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Industrial Safety

US EPA rescinds chemical industry safety provisions

Risk Management Program update reverts changes made in response to West, Texas, fertilizer explosion

by Jeff Johnson
November 22, 2019


Photo of a damaged building.
Credit: Benjamin Prengler/Cal Sport Media/Newscom
West Intermediate School was damaged when ammonium nitrate exploded at a fertilizer storage facility in West, Texas, in 2013.

The US Environmental Protection Agency has finalized an overhaul to its industry Risk Management Program (RMP), weakening provisions intended to protect communities and workers from industrial accidents at some 12,500 plants that use, make, or store some of the world’s most dangerous chemicals.

The RMP rule goes back to 1990 but was revised after a deadly ammonium nitrate fertilizer explosion in West, Texas, in 2013. Fifteen people were killed, mostly emergency responders. Nearby, a school, a nursing home, and an apartment building and other homes suffered damage.

With some fanfare, then-president Barack Obama ordered a sweeping examination of federal industrial safety regulations. The EPA at that time reported that some 1,500 accidents occurred over a recent 10-year period at RMP-covered facilities. Those accidents led to nearly 60 deaths, 17,000 injuries, the evacuation of 500,000 people, and property damage of more than $2 billion.

The RMP modification was the only significant regulatory change to emerge from the review, and it was issued in the last days of Obama administration. The Trump administration’s first EPA head, Scott Pruitt, attempted to withdraw the regulation but was challenged by community groups and labor unions and eventually blocked by a court order. The EPA then began the process to re-propose and finalize a replacement regulation.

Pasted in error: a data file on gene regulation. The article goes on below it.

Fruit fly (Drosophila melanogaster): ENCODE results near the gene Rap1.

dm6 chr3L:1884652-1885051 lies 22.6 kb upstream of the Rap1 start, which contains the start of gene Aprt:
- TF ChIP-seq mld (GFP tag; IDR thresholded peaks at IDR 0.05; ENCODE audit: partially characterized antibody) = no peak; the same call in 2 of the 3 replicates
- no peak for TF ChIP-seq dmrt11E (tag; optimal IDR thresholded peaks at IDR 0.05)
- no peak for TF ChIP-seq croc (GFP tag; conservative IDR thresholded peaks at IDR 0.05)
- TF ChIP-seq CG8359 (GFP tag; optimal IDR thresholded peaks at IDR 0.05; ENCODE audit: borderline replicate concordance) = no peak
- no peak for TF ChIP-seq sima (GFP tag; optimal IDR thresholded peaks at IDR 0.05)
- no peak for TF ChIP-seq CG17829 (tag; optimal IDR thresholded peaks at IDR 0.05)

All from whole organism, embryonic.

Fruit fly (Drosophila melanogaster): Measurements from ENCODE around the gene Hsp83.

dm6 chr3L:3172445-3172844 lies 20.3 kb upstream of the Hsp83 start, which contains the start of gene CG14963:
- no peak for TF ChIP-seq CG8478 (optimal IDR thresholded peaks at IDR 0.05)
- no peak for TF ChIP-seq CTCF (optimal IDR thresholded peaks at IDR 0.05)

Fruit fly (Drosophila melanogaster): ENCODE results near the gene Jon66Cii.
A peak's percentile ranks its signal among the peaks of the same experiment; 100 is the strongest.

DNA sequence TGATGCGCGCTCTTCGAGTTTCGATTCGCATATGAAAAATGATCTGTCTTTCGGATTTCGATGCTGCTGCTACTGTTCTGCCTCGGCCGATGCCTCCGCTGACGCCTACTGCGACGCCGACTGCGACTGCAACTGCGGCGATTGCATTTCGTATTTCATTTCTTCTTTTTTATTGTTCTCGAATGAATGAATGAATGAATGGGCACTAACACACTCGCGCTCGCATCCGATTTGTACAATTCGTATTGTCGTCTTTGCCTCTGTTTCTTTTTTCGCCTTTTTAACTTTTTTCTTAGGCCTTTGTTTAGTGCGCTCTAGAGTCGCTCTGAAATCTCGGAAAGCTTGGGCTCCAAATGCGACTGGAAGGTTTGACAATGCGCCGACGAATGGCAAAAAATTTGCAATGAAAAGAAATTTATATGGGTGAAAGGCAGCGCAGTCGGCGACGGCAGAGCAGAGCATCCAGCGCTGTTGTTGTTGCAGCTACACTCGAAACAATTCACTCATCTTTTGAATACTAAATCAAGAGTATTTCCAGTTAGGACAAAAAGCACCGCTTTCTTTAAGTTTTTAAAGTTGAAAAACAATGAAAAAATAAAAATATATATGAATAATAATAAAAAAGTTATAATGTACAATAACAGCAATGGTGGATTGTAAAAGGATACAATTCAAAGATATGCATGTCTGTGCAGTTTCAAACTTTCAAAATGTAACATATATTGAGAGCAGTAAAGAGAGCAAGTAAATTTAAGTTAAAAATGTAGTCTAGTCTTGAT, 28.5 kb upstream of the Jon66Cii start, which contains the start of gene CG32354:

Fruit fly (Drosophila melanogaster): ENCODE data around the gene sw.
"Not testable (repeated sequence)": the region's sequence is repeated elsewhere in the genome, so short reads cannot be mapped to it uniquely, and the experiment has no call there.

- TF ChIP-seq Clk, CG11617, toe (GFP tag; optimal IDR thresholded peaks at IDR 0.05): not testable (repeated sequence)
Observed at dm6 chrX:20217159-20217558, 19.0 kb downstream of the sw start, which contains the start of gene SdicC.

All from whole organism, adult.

Among changes announced by the EPA on Nov. 21, the new RMP regulation removes earlier provisions calling for independent, third-party audits of companies after an accident or a near-accident. It also eliminates requirements for root-cause accident investigations and for companies with poor safety records to consider inherently safer manufacturing approaches. Because of security concerns, the new rule also rescinds provisions allowing the public to obtain facilities’ hazard information and for community emergency planning.

The updated rule “maintains important public safety measures while saving Americans roughly $88 million per year,” current EPA administrator Andrew Wheeler says in a statement. Overall, Wheeler says that under the Trump administration, the EPA has finalized 48 deregulatory actions, saving industry more than $5 billion in regulatory costs.

The American Chemistry Council, a chemical industry trade association, applauds the changes and the EPA’s willingness to consider public input. “Most importantly, EPA’s changes to RMP will provide a strong regulatory framework for our industry to continue our work to safeguard chemical facilities and to work with our state and local partners to plan for a potential emergency,” Mike Walls, the ACC’s vice president of regulatory and technical affairs, says in a statement.

However, Michele Roberts, head of the Environmental Justice Health Alliance for Chemical Policy Reform, a network of grassroots environmental justice organizations, says that 177 million people live next to RMP-covered sites. Many of those people are low-income communities and communities of color, she notes.

“EPA’s own analysis demonstrated that our communities are at disproportionate risk of chemical disasters, on top of the many other toxic hazards we experience daily,” she says in a statement. “This is environmental racism.”


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